Wednesday, March 18, 2009

What Does The Title "Fanfare For The Playing Man" Mean?

Decor determines gestures: we will build passionate houses
-Situationist International Slogan

My new radio show, running on KXLU 88.9 is called "Fanfare For The Playing Man". While I enjoy saying it, it also has a very personal meaning for me.

The "Fanfare" portion is an obvious reference to composer Aaron Copland's "Fanfare for the Common Man". The immediate point of this reference is to create a sense of celebration for each of us. My show, as opposed to Copland's composition, is a celebration of an urban existence: isolated while perpetually surrounded. The use of Copland also creates a uniquely American experience, separating itself from the very French Situationst International reference found in the term "playing man".

To the Situationists, the city is designed around the working man. Each structure makes human capitol more efficient, from roads, to bus stops to cramped apartment complexes, every aspect of the city is made to accommodate work. Some artists of the movement decided to design cities of their own, not to cradle the working man, rather modeled for the playing man.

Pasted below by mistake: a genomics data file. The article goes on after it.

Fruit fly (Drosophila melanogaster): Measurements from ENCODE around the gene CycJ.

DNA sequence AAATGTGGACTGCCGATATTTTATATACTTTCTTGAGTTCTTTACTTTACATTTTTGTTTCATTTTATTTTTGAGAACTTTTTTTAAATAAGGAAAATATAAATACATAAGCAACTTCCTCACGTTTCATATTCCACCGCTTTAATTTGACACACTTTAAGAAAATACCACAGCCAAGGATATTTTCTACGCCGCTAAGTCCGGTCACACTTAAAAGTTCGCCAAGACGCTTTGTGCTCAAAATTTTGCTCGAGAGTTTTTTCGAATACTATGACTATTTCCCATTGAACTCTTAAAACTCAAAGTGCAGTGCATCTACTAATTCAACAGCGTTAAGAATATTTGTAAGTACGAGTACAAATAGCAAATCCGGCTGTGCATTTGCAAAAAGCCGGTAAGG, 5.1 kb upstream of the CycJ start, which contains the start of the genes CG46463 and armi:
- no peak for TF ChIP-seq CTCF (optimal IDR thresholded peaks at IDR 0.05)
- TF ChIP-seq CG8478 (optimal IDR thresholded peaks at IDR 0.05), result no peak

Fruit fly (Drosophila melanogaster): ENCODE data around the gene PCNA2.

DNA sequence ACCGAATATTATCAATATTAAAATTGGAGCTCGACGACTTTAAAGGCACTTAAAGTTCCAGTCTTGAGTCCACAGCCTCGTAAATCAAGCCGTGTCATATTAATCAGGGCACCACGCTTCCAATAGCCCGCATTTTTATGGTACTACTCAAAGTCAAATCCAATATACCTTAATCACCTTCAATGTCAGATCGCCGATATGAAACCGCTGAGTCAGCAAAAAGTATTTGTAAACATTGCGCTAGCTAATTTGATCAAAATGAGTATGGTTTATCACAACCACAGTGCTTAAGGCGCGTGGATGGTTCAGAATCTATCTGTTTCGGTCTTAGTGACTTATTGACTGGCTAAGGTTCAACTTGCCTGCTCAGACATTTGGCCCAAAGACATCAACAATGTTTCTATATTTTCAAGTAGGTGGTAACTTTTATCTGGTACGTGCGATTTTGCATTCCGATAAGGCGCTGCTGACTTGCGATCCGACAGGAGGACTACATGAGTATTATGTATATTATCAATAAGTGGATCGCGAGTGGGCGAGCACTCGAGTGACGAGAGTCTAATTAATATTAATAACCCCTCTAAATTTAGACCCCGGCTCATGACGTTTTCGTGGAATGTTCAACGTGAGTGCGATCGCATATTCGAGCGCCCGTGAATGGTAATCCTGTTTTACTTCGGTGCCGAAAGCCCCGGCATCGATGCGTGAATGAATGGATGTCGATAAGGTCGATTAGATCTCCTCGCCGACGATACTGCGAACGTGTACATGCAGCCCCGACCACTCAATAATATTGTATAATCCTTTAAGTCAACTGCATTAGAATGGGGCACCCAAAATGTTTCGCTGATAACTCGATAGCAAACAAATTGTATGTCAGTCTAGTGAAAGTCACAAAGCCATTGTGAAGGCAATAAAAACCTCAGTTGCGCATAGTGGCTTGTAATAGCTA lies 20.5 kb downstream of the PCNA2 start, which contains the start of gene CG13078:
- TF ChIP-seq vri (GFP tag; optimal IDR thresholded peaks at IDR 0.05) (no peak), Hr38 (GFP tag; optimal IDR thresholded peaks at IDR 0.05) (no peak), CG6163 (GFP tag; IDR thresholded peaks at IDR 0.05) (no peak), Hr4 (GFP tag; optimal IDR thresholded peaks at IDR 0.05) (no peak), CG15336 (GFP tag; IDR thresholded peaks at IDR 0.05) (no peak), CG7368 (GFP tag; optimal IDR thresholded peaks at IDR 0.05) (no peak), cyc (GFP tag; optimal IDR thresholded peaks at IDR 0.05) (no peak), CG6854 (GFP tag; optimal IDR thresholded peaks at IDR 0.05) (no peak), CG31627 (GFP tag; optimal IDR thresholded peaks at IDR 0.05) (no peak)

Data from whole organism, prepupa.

It is for this reason that modern graffiti and skateboarding are still two activities that are kindred spirits to the Situationist movement in France in the late 50s. The two activities take a city, designed for work, and rob it of its seriousness; they transform pre-laid objects of work into platforms for play.

It is this concept that guides my show during drive-time. To transform a morning commute, the cattle march to the office, into a time of play is all I can hope to do while celebrating each anonymous individual.

1 comment:

Jon said...

we listened this morning. it was swell to hear you in our apartment. just like old times.